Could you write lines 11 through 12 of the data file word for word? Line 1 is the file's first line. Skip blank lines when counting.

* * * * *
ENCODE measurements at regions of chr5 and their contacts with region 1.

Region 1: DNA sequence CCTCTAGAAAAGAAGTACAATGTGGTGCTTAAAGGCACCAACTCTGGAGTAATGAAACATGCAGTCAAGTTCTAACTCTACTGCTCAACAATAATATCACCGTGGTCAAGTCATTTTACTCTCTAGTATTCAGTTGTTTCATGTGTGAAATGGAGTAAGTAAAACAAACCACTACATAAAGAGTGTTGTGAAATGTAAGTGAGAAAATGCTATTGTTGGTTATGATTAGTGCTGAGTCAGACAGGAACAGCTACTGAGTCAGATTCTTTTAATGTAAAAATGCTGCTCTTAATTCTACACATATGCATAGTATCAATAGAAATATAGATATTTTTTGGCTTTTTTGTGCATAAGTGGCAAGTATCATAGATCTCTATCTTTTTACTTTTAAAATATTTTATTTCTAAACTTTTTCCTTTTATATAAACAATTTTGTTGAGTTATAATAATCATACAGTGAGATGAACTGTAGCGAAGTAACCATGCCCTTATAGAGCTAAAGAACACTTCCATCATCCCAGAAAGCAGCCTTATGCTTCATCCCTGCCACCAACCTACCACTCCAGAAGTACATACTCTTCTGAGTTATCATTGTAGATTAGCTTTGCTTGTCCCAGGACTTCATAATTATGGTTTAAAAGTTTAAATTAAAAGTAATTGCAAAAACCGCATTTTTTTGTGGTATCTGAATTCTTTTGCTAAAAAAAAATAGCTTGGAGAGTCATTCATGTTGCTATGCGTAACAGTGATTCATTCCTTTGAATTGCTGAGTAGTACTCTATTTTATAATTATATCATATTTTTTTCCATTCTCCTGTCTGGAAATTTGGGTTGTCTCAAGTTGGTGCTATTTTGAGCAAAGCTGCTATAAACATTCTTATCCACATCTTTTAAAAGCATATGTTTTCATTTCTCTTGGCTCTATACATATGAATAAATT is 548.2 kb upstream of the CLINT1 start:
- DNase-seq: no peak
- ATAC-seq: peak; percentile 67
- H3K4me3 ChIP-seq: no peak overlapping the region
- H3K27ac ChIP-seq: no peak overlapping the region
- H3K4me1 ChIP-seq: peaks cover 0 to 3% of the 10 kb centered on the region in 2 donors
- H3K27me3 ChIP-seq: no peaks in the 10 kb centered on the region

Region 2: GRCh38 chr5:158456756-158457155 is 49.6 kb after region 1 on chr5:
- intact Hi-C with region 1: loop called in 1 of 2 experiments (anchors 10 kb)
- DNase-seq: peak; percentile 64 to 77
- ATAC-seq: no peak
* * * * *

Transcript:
- DNase-seq: peak; percentile 64 to 77
- ATAC-seq: no peak